Increased summer traffic poses concern for roadside workers

Roadside workers at risk

Increased traffic on roads due to summer travel and the province's reopening creates an increased risk for roadside workers in the Okanagan.

"Roadside work is a dangerous job,” said Louise Yako, program director for Road Safety at Work.

“With regional travel restrictions lifted and more activity on roads, we all need to do our part when driving to make sure roadside workers make it home to their family at the end of their shift without injury.”

Between 2011 and 2020, 12 roadside workers were killed and 207 were injured resulting in time loss in B.C. Last year, 23 workers were injured because of being hit by a motor vehicle.

“One of the greatest risks to a roadside worker in the Okanagan is a motor vehicle being driven through their workplace,” says Yako.

“Dangerous behaviour like speeding and distracted driving puts workers at risk – and drivers too.”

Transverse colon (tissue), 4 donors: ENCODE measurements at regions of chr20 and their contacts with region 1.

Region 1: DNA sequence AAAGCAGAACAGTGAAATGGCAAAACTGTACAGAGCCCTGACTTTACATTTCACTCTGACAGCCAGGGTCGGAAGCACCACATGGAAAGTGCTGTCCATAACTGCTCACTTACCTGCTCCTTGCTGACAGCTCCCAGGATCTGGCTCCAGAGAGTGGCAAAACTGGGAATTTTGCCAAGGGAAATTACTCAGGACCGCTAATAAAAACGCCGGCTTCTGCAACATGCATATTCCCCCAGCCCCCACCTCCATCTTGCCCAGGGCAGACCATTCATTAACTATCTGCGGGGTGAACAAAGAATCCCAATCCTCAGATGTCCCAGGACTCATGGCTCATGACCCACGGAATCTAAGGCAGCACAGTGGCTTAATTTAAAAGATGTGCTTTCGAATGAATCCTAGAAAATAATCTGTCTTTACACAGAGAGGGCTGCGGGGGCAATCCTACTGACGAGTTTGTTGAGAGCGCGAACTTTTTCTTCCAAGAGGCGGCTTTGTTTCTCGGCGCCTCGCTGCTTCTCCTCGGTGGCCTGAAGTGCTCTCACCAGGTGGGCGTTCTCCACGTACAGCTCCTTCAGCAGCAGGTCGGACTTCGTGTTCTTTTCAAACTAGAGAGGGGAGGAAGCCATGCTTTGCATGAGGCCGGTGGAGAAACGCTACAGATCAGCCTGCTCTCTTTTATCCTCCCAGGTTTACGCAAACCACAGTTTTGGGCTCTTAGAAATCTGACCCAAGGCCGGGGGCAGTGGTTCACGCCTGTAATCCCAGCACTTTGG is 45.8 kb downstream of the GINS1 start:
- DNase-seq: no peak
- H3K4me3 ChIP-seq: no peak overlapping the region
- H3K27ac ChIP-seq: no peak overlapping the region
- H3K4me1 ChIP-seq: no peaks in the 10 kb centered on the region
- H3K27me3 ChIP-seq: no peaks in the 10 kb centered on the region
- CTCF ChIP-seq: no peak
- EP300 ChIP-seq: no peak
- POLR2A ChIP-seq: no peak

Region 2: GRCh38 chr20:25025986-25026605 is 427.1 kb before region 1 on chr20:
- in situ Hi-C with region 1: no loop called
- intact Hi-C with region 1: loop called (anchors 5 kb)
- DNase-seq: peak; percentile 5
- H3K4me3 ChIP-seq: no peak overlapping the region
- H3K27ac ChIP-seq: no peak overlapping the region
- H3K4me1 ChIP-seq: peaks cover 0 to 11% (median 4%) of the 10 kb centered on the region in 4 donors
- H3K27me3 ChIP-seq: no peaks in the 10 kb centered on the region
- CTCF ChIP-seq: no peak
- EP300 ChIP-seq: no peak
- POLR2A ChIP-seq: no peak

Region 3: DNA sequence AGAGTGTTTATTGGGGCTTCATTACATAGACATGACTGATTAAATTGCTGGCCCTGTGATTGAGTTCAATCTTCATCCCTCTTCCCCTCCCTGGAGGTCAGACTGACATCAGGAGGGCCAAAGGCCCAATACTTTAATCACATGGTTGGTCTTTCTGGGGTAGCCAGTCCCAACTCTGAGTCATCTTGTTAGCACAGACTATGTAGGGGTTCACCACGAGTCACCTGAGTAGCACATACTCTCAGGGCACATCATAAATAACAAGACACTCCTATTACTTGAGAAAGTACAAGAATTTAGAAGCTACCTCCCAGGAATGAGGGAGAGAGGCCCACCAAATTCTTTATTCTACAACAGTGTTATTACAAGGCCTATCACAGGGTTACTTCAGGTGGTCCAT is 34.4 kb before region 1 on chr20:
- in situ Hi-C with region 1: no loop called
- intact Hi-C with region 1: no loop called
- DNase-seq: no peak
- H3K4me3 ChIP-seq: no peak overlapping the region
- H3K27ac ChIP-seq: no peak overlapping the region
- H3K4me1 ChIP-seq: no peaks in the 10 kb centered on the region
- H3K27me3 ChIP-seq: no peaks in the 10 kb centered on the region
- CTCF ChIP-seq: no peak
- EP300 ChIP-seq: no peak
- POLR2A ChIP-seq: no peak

According to Yako roadside worksites involve hundreds of activities, not just road construction.

“Anyone who works alongside or on roads in close proximity to traffic is considered a roadside worker.”

This includes municipal workers, landscapers, flag people, tow truck drivers, road maintenance crews, telecommunications and utility workers, and emergency and enforcement personnel.

“And each one of them is someone’s parent, friend, neighbour, and work colleague,” Yako adds.

The awareness campaign encourages people to practise safe driving behaviour in Cone Zones, which are work areas set up to alert drivers that roadside workers are on site.

So what should drivers do when approaching a Cone Zone?

“Slow down and leave your phone alone,” says Yako. “Pay attention to temporary road signs, traffic cones, and directions given by traffic control persons.”

Tickets for driving infractions in Cone Zones can be costly.

If you are caught using an electronic device while driving could see a fine up to $368.

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